Stay & Wait

Exercise Instructions & Handouts

 
 

Exercise 1: Sit - Hand Signal

  1. Place a smelly and attractive treat in front of the dog’s nose while the dog is standing, and move it upwards and backwards in a diagonal motion. As their head moves up to follow the treat, their rear will go down.

  2. When the dog reaches the sit position, punctuate that moment with a verbal “yes!” or click.

  3. Feed a treat reward for finding the position.

Now that your dog is getting used to the motion, we are going to remove the food lure from the context, and start to create a hand signal for sit. Be careful that you are not also saying a verbal cue while practicing this exercise. We want to ensure that we have multiple ways to cue the behavior, and if we start to pair them together, you will always have to perform both cues at the same time to get your dog to sit.

Now before repeating the exercise, take your treat, and put it into the opposite hand. Pretend that your hand still has the treat in it, and perform the same “lure” motion you just did. When your dog’s rear hits the ground, punctuate the moment with a “yes!” or a click and feed them the treat from your other hand. Repeat each time moving your hand a little faster, this is now your hand signal for sit.

Exercise 2: Sit - Verbal Cue

Take a step in any direction, then stand still and quietly wait for your dog to think through the pattern of behavior which has previously made a reward appear. Make sure to ignore your dog while you wait, so that they learn effectively to get your attention using polite behavior.

  1. Say “Sit” once, and wait for the behavior to follow. Your dog will need to think and process, so be patient.

  2. After a few moments your dog will hesitantly sit, as this has worked in previous exercises.

  3. Mark the moment they hit the correct position with a verbal “yes!” Or click, and praise and reward with a treat.

  4. Take another step and repeat until the sit becomes the immediate response to the verbal cue.

    Exercise 3: Down from a Sit - Hand Signal (Method 1)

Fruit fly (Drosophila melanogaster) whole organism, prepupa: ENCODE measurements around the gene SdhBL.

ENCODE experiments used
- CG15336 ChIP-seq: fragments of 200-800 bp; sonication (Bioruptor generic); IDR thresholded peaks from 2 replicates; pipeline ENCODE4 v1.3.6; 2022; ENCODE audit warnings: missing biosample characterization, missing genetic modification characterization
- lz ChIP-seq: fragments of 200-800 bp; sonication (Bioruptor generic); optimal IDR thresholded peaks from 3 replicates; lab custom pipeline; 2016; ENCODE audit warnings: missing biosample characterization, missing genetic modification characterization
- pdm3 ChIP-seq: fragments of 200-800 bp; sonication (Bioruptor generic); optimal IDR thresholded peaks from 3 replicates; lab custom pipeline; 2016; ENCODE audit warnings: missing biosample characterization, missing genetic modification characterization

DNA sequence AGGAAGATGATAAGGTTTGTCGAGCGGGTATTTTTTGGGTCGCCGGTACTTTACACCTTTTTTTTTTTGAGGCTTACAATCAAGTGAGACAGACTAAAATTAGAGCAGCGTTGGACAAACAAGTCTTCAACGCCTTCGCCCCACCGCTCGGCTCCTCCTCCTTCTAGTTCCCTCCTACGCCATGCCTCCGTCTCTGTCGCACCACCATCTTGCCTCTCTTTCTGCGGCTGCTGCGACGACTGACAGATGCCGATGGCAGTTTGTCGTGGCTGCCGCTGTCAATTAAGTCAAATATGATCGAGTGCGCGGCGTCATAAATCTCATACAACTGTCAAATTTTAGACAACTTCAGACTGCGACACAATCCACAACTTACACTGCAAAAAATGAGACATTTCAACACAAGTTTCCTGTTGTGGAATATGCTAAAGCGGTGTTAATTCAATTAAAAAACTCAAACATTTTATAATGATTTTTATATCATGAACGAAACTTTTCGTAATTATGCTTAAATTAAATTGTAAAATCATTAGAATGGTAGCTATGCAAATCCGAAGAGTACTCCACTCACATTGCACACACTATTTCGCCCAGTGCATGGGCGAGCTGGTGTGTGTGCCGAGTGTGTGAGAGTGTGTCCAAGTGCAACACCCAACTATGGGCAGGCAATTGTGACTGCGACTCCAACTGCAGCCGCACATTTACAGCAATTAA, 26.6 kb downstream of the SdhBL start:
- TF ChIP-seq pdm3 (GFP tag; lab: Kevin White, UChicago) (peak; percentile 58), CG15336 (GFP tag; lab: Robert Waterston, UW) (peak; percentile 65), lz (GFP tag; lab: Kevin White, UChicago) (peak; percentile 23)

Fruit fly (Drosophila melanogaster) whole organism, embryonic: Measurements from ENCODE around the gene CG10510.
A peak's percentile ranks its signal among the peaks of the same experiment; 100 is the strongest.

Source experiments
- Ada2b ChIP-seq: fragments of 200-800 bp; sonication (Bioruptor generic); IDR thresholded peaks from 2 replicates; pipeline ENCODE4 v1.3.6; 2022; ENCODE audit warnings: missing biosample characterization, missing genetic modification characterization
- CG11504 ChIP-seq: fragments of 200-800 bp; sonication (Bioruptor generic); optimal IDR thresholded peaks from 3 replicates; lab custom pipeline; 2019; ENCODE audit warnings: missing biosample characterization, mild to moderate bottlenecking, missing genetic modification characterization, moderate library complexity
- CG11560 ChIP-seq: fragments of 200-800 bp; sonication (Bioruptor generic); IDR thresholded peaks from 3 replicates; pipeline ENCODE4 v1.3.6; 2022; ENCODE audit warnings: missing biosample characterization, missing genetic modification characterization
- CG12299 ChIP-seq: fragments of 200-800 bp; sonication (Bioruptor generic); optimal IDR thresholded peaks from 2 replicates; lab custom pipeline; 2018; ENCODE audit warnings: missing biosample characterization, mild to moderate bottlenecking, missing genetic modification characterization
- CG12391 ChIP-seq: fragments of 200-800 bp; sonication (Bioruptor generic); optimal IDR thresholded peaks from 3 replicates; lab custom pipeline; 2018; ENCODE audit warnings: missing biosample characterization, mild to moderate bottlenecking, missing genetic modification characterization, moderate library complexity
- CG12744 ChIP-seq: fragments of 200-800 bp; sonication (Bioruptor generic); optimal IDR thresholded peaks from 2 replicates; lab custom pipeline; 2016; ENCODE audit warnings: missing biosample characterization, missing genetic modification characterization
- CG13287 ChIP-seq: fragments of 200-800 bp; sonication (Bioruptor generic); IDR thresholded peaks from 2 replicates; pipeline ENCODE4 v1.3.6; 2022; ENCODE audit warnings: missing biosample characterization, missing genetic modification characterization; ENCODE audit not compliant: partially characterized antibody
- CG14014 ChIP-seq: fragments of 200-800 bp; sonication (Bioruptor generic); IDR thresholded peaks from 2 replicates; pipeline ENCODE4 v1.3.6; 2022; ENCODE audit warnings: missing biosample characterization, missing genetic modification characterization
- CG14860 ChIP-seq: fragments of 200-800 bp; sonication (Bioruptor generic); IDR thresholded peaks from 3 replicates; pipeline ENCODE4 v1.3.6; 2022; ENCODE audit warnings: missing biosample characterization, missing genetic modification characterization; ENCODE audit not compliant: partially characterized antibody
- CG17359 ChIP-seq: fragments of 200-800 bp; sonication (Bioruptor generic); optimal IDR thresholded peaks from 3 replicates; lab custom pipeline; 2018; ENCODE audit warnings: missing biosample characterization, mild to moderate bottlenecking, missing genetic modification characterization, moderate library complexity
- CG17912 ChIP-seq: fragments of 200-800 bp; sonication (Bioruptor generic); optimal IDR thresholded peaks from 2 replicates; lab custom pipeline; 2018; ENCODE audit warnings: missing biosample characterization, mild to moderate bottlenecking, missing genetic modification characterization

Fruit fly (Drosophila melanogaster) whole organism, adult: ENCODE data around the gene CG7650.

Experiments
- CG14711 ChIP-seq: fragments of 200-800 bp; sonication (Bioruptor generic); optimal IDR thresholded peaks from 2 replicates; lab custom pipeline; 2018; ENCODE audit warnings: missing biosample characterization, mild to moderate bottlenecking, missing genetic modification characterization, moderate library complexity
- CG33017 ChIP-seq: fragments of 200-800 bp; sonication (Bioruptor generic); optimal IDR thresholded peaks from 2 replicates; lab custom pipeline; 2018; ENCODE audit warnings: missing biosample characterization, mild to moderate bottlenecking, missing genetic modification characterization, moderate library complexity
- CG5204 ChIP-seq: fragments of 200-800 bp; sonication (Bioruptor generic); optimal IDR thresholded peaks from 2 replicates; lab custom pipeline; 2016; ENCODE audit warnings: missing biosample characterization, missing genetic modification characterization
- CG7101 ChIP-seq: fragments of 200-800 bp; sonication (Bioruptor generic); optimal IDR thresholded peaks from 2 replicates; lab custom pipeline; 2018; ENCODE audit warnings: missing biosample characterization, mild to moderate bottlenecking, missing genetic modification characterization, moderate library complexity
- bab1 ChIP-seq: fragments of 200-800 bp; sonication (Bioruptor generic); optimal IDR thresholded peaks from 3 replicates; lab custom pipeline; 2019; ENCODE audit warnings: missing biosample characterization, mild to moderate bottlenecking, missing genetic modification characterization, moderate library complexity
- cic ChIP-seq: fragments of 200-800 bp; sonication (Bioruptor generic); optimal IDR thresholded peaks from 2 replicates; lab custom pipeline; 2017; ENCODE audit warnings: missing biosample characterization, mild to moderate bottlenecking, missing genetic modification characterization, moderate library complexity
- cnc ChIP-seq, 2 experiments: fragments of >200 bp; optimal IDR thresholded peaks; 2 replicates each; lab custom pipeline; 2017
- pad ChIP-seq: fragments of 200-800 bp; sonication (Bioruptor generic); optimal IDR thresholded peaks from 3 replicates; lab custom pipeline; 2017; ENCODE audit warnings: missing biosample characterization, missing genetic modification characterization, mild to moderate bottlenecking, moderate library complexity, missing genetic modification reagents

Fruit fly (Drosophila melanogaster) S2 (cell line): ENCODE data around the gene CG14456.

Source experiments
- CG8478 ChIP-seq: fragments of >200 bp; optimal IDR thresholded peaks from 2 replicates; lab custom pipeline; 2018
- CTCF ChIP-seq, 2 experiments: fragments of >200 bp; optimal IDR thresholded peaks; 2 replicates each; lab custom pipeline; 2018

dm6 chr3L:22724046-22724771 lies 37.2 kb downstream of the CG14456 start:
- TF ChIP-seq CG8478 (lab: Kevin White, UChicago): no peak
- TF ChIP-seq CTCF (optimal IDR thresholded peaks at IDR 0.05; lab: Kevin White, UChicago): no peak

With your dog in the sit position, put an attractive treat in front of his or her nose.

  1. Slowly lower the treat to the floor so that your dog’s front legs lower. Be careful not to pull the treat too far forward asthis will cause your dog to get up to follow the treat.

  2. Mark the moment your dog hits the position with a verbal “yes!” Or a click, reward and repeat a couple of times.

After a few repetitions remember to remove the lure and begin practicing with a hand signal. We want to be careful that the dog is not confusing the presence of the treat as a necessary context for performing the behavior.

Exercise 4: Down from a Stand - Hand Signal (Method 2)

The next method for luring the “down” position is called the “fold-back down”, the reason being that you start from the standing position and the dog is expected to bend it’s legs and fold into the down. Here is what that looks like:

  1. Place a treat in front of your dog’s nose while standing and move it downwards towards the ground, while at the same time pushing the treat back towards the dogs elbows.

  2. As their head moves to follow the treat, their body will lower. When the dog’s elbows touch the ground, Click or mark with a verbal “yes!”.

  3. Feed and treat and repeat, then try without a treat, each time increase the speed of your motion.

This turns your “lure” into a hand signal.

Exercise 5: Down Verbal Cue